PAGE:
Pilomatrixoma in an Infant

March 1, 2002
Robert P. Blereau, MD

A 0.5-cm mass with overlying erythema on the forehead of a 5-monthold girl was first noticed after she had been hit on the head with a rattle. Excision of the mass was deferred because it was considered to be a hemangioma.

A 0.5-cm mass with overlying erythema on the forehead of a 5-monthold girl was first noticed after she had been hit on the head with a rattle. Excision of the mass was deferred because it was considered to be a hemangioma. The lesion gradually grew (A). When the child was 18 months old, her mother requested that the lesion be removed. The child was given a local anesthetic and a sedative, and the excision was performed without difficulty. Dr Robert P. Blereau of Morgan City, La, writes that the nodule measured slightly over 1 cm (B). Pathologic examination confirmed the diagnosis of a pilomatrixoma. The benign tumor is also known as pilomatricoma and calcifying epithelioma of Malherbe. About 20% of all pilar tumors are pilomatrixomas. 1 Typically, these usually solitary growths occur on the head, neck, and upper extremities. Approximately 60% arise during the first 2 decades of life, and as many as 66% calcify. Recurrence is rare even if excision is inadequate.1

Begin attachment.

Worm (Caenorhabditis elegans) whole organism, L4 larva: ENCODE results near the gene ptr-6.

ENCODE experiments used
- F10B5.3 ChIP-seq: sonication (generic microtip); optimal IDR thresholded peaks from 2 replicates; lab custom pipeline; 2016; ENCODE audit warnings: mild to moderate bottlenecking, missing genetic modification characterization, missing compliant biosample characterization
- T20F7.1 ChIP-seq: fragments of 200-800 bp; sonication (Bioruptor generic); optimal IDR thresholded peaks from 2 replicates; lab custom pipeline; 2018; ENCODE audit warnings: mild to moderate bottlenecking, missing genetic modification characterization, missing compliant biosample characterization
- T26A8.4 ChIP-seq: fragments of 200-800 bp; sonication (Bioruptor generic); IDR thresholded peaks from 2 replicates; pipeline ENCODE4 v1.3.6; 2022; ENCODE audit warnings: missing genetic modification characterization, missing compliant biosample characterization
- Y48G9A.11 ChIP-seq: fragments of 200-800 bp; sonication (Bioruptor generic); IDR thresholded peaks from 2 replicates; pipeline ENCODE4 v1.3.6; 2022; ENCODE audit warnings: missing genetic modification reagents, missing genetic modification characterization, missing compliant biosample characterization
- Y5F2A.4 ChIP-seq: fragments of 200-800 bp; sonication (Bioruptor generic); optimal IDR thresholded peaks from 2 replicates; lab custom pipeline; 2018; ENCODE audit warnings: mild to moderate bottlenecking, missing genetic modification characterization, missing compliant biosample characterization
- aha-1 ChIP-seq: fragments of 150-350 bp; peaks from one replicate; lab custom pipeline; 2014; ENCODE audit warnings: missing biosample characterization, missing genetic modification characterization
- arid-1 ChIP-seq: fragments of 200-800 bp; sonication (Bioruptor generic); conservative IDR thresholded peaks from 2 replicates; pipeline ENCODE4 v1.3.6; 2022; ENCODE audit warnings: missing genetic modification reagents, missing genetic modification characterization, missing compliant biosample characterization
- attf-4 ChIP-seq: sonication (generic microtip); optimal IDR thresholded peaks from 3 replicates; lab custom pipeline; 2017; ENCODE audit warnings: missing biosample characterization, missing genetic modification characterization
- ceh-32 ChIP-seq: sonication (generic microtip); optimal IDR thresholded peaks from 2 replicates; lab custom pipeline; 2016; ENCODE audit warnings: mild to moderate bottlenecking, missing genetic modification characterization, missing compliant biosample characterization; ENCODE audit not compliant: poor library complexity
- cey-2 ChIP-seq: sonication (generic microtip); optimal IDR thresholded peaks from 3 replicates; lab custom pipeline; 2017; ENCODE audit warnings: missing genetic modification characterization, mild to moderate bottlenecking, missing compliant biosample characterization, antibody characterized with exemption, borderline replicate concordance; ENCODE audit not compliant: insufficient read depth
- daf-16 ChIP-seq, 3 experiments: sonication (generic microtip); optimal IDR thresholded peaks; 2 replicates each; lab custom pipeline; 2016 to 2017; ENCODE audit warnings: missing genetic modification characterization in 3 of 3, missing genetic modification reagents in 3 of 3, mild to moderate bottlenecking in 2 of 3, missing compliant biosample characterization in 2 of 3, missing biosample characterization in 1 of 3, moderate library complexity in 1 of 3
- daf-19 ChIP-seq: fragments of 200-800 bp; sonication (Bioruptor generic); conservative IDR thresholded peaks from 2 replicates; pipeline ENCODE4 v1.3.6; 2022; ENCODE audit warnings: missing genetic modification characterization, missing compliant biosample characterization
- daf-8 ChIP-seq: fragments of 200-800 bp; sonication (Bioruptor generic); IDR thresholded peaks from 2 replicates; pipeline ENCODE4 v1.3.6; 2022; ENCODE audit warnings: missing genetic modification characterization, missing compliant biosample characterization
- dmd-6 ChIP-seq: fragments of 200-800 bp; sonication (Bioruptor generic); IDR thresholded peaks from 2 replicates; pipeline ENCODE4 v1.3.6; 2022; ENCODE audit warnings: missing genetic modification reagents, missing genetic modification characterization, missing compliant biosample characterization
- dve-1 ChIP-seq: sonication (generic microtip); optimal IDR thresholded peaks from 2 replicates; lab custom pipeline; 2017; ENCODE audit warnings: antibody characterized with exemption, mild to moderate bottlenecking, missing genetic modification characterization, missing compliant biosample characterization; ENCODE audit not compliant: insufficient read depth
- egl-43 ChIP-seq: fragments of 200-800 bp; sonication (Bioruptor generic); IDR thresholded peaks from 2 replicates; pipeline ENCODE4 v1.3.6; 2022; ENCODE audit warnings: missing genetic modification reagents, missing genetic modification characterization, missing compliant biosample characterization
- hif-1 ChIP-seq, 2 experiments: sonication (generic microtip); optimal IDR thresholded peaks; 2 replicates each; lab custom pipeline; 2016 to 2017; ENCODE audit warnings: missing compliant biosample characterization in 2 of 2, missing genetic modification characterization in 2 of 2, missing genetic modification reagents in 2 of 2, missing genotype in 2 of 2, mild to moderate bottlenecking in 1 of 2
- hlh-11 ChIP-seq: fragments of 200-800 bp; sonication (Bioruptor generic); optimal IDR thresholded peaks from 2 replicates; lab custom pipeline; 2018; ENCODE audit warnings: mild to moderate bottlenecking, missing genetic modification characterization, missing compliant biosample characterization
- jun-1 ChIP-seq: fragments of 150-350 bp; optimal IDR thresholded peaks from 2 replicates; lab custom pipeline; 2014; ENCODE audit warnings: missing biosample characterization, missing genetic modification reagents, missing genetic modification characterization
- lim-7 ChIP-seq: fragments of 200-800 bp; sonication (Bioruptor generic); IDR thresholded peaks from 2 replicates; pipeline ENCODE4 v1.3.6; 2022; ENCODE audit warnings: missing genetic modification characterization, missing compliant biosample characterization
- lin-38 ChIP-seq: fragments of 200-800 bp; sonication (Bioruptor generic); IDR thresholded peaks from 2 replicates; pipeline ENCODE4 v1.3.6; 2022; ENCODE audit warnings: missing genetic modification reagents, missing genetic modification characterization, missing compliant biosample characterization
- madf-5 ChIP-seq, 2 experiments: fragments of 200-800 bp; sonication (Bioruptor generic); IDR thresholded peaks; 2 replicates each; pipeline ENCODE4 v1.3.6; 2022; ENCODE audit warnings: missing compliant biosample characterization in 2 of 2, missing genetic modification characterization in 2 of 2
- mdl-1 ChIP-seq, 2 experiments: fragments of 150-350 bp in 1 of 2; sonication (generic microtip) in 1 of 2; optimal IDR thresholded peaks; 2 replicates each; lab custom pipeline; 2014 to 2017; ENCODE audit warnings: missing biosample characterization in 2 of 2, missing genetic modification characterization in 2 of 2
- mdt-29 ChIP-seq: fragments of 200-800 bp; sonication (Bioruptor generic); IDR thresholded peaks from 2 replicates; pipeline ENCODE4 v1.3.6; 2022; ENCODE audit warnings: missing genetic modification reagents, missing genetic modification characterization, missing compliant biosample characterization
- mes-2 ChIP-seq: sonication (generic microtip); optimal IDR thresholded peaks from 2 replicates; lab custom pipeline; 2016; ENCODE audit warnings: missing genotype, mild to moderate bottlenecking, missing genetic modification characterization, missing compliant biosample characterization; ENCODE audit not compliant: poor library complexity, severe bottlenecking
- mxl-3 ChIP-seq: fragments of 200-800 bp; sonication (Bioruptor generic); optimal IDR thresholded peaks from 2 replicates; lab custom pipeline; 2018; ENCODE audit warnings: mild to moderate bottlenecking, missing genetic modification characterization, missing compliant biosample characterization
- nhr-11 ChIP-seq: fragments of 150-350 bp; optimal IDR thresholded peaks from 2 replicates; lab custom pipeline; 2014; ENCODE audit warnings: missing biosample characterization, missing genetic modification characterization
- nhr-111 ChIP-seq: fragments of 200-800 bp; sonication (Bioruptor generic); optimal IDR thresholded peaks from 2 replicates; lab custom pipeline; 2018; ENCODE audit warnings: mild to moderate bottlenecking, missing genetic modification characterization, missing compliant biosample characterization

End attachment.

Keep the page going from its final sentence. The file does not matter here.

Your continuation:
References:

REFERENCE:

1.

Weedon D.

Skin Pathology.

London: Churchill Livingstone; 1997:722-723.

Related Content:

Skin Diseases